You seem like you are genuinely interested in putting together a good bike as opposed to lawn art and that will get you help here. Stop looking at or reading about these dopey Pipeburn POS motorcycles they have nothing to do with putting together a great riding machine. Look up Steveo's Ducati Imola build, it is a good example of how a pro completely changes the cosmetics of the bike and never loses anything that makes the SS a top notch performance motorcycle.
The other thought to keep in mind is when you are riding with a group is often the time when someone will want to try out a bike that another rider owns. As an example if you and I are together, me on my snotty, beat up, little 620 Monster and you on a Pipeburn special, we aren't swapping. Not just because I don't want to ride yours but also because I can see you know nothing about motorcycles and my Monster isn't your clunker. I don't want to find out you can't ride it but think you can.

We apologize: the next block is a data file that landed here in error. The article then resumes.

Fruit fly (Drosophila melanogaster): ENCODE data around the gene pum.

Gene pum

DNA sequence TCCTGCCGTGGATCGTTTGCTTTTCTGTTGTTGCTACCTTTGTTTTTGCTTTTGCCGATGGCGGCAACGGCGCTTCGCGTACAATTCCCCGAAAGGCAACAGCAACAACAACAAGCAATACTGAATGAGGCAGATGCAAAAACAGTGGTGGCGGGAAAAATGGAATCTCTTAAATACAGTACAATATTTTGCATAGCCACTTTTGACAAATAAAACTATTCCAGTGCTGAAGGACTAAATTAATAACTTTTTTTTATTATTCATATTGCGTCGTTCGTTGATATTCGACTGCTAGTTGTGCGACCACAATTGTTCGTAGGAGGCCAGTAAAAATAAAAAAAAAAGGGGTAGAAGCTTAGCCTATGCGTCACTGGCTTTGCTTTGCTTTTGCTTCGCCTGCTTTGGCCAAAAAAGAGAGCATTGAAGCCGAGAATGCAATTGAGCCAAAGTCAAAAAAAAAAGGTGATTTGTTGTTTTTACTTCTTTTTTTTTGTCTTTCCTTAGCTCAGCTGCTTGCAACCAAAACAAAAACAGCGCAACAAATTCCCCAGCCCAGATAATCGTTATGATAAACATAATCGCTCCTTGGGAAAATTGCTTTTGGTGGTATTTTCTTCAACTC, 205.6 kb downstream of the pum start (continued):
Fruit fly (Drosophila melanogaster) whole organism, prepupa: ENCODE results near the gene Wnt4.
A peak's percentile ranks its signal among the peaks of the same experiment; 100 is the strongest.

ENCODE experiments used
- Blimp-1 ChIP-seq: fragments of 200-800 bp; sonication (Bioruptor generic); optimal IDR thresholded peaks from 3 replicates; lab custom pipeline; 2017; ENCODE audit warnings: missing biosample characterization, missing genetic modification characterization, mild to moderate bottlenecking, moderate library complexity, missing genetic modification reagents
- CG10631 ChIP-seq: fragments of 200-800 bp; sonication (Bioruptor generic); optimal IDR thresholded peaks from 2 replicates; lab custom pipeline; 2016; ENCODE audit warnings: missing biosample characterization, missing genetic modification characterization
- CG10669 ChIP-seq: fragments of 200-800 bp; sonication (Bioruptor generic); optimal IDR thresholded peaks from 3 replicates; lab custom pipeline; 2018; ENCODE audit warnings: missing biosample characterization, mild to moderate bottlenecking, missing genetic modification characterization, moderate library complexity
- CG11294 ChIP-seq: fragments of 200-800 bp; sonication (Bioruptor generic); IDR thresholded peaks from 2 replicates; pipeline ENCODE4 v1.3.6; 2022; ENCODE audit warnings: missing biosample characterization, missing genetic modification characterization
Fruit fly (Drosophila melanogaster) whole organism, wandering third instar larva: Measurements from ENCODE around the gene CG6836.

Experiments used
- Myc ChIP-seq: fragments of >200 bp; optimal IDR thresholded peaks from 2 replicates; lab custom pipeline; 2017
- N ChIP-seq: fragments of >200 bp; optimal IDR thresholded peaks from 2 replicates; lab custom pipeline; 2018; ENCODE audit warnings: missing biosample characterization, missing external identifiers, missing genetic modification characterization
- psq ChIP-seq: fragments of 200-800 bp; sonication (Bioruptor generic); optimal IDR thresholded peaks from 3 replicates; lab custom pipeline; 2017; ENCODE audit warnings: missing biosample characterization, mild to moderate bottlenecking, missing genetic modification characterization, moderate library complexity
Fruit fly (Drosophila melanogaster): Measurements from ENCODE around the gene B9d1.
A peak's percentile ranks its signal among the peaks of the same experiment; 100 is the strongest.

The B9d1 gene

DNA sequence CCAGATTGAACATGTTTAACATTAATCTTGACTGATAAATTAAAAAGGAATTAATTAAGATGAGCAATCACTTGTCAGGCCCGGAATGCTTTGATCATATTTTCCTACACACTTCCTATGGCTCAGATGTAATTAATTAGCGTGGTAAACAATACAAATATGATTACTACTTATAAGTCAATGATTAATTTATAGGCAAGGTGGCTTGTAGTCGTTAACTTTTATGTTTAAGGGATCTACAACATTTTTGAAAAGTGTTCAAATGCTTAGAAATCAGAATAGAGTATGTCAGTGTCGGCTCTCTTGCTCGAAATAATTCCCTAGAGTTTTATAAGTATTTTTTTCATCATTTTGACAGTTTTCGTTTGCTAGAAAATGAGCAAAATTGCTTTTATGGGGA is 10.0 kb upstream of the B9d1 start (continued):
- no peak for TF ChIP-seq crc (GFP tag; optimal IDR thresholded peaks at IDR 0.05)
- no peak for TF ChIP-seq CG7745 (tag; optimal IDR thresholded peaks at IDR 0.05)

Your framework is the real issue at this point. Put the wire spoke rims back on with the normal tires. Cut out your hoop. Take one shock off, put a ratchet strap between the seat pan and the swing arm. You should be able to tighten it down until the shock bottoms out. That's the travel you need. There are a couple ways to correct it. Airtech may have a seat pan you could use to cover the structuring.
Shocks, fork internals, tires and braided brake line upgrades would be money well spent. Wear and maintenance issues should be attended to. And then just ride it until you know something about the bike.
Progressive and Hagon are good suspension vendors. You can ask for tire recommendations. If you are a new rider don't go with clip ons, better a superbike bar. You want to be upright and comfortable when you are learning to ride, it's a survival thing. You want to e able to see what is going on around you because you have no muscle memory until you get many miles under your belt.